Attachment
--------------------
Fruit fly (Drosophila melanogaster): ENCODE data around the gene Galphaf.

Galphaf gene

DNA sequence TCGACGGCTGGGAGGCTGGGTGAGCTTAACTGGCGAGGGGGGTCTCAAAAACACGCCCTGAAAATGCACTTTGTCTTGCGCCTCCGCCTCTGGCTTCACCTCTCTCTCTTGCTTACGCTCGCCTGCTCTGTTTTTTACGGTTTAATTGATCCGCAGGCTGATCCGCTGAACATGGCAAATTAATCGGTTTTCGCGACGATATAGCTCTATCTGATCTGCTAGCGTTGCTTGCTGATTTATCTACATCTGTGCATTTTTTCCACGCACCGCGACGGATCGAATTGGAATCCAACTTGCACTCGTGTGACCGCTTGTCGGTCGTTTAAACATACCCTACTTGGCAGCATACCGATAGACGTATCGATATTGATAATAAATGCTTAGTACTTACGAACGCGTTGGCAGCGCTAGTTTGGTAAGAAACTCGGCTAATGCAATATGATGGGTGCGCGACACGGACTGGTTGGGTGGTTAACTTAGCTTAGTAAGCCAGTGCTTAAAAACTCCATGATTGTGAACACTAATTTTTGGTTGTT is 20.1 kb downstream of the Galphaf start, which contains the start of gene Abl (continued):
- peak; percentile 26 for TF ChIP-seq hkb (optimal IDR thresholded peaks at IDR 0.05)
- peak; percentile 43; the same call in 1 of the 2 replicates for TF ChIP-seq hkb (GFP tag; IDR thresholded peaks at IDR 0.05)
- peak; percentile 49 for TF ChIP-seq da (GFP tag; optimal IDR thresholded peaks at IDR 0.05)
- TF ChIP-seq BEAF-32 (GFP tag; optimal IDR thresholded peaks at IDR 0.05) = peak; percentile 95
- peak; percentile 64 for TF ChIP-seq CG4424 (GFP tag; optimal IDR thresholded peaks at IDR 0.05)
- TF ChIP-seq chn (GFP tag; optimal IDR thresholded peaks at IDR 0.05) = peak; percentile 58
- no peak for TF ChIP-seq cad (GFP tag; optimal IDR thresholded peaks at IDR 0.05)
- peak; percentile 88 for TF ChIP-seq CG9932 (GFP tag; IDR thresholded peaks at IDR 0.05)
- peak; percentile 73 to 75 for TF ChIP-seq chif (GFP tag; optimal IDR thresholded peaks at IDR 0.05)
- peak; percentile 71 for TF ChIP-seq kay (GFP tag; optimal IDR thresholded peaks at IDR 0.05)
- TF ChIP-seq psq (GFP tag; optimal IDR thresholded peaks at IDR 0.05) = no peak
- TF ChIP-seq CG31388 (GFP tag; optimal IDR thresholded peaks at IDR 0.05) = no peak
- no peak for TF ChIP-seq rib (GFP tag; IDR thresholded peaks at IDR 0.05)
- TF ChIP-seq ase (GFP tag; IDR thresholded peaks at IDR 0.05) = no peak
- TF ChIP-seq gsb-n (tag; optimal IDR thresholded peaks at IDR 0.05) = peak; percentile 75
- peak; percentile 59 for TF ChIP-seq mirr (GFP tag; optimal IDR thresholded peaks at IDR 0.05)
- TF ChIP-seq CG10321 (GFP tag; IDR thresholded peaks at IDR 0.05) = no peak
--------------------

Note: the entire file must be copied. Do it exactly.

Fruit fly (Drosophila melanogaster): ENCODE data around the gene Galphaf.

Galphaf gene

DNA sequence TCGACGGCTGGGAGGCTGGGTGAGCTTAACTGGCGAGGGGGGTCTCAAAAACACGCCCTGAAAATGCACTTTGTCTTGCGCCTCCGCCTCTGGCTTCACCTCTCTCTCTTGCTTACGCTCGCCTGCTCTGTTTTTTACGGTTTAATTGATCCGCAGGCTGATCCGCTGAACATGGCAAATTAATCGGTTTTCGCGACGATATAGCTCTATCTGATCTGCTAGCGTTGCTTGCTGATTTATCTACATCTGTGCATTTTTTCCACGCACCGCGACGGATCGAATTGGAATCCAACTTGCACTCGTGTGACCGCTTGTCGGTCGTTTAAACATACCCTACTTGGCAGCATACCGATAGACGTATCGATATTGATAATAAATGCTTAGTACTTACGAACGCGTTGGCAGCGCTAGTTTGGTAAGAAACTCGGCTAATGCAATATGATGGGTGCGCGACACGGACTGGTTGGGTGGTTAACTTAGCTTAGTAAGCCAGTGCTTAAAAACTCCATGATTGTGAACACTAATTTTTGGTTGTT is 20.1 kb downstream of the Galphaf start, which contains the start of gene Abl (continued):
- peak; percentile 26 for TF ChIP-seq hkb (optimal IDR thresholded peaks at IDR 0.05)
- peak; percentile 43; the same call in 1 of the 2 replicates for TF ChIP-seq hkb (GFP tag; IDR thresholded peaks at IDR 0.05)
- peak; percentile 49 for TF ChIP-seq da (GFP tag; optimal IDR thresholded peaks at IDR 0.05)
- TF ChIP-seq BEAF-32 (GFP tag; optimal IDR thresholded peaks at IDR 0.05) = peak; percentile 95
- peak; percentile 64 for TF ChIP-seq CG4424 (GFP tag; optimal IDR thresholded peaks at IDR 0.05)
- TF ChIP-seq chn (GFP tag; optimal IDR thresholded peaks at IDR 0.05) = peak; percentile 58
- no peak for TF ChIP-seq cad (GFP tag; optimal IDR thresholded peaks at IDR 0.05)
- peak; percentile 88 for TF ChIP-seq CG9932 (GFP tag; IDR thresholded peaks at IDR 0.05)
- peak; percentile 73 to 75 for TF ChIP-seq chif (GFP tag; optimal IDR thresholded peaks at IDR 0.05)
- peak; percentile 71 for TF ChIP-seq kay (GFP tag; optimal IDR thresholded peaks at IDR 0.05)
- TF ChIP-seq psq (GFP tag; optimal IDR thresholded peaks at IDR 0.05) = no peak
- TF ChIP-seq CG31388 (GFP tag; optimal IDR thresholded peaks at IDR 0.05) = no peak
- no peak for TF ChIP-seq rib (GFP tag; IDR thresholded peaks at IDR 0.05)
- TF ChIP-seq ase (GFP tag; IDR thresholded peaks at IDR 0.05) = no peak
- TF ChIP-seq gsb-n (tag; optimal IDR thresholded peaks at IDR 0.05) = peak; percentile 75
- peak; percentile 59 for TF ChIP-seq mirr (GFP tag; optimal IDR thresholded peaks at IDR 0.05)
- TF ChIP-seq CG10321 (GFP tag; IDR thresholded peaks at IDR 0.05) = no peak